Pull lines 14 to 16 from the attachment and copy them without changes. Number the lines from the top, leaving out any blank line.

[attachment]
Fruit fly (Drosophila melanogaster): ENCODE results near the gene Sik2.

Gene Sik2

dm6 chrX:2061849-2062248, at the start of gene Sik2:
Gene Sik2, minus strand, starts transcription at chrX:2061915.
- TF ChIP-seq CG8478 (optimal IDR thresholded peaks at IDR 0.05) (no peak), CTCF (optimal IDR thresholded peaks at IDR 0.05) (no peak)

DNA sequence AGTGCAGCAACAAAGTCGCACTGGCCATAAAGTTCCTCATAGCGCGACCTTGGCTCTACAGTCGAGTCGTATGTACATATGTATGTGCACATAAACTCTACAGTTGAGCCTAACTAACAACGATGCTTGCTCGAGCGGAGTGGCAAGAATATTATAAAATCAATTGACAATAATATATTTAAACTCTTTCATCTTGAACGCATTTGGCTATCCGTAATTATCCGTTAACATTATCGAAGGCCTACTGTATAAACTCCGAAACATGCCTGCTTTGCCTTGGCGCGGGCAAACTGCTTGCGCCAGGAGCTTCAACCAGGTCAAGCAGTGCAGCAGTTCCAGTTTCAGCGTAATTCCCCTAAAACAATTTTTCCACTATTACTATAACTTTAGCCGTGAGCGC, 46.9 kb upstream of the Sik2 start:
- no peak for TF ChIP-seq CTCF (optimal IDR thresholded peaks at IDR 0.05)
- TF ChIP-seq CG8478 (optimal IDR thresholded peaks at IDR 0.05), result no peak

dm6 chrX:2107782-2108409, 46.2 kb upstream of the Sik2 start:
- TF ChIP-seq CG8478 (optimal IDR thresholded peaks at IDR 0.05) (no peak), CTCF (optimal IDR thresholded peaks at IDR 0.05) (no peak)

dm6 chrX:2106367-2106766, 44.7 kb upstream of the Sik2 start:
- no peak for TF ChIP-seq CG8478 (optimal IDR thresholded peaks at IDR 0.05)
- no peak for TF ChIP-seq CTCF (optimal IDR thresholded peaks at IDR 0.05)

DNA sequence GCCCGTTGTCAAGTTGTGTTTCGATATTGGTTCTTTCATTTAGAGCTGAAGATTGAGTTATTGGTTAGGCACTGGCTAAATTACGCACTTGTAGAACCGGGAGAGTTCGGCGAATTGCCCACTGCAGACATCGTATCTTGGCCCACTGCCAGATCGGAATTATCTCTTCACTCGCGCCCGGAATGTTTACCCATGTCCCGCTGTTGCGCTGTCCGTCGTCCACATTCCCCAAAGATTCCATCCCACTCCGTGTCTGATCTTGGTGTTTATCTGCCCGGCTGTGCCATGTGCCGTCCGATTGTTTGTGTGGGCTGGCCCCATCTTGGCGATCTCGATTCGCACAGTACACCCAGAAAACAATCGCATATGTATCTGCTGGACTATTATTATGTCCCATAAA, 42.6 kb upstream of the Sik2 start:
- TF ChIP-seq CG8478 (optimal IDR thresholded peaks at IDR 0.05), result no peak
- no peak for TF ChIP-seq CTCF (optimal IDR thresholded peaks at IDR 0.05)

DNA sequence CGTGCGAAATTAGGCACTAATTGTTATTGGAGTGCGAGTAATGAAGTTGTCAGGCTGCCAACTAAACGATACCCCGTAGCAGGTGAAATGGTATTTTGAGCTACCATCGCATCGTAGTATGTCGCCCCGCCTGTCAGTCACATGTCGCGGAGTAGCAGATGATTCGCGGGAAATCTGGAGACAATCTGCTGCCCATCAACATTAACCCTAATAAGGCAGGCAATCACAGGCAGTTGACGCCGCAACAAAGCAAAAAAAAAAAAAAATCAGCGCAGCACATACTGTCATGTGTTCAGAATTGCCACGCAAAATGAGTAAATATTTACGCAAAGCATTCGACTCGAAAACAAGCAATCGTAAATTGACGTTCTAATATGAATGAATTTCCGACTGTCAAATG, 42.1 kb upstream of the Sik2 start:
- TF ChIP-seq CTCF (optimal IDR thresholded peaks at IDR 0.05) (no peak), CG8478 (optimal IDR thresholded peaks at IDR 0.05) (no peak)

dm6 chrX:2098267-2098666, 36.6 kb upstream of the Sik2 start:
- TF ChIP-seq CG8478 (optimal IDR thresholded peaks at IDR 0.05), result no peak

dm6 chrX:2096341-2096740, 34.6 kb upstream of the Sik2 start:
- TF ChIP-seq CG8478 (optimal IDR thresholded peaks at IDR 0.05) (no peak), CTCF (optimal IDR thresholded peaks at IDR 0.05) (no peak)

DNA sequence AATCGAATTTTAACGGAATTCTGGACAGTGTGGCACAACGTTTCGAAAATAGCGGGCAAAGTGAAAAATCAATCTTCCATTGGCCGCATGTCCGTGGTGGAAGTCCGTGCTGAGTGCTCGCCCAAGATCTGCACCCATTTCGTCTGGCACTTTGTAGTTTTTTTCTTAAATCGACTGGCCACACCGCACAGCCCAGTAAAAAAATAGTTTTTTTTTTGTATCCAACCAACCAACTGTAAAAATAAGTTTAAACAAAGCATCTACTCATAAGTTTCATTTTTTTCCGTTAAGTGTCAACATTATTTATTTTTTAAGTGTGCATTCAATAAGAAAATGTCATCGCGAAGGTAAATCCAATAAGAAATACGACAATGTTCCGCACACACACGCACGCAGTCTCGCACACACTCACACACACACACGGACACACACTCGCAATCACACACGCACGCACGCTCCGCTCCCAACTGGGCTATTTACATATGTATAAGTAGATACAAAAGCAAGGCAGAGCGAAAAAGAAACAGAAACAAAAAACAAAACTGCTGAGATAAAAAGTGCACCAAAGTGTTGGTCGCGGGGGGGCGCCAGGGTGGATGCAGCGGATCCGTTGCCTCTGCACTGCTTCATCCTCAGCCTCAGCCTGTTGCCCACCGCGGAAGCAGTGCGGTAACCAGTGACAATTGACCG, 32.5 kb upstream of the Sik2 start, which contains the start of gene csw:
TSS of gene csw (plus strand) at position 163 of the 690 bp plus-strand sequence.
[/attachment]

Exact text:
DNA sequence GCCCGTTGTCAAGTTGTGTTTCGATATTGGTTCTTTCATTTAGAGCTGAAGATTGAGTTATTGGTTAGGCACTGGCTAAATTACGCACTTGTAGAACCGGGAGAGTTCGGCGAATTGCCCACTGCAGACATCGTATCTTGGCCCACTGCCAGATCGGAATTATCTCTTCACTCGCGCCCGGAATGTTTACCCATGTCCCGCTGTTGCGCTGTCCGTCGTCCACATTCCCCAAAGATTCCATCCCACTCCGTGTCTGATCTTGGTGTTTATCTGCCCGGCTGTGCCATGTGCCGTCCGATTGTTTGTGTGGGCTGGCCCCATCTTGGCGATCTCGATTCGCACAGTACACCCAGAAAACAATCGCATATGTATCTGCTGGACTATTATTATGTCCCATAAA, 42.6 kb upstream of the Sik2 start:
- TF ChIP-seq CG8478 (optimal IDR thresholded peaks at IDR 0.05), result no peak
- no peak for TF ChIP-seq CTCF (optimal IDR thresholded peaks at IDR 0.05)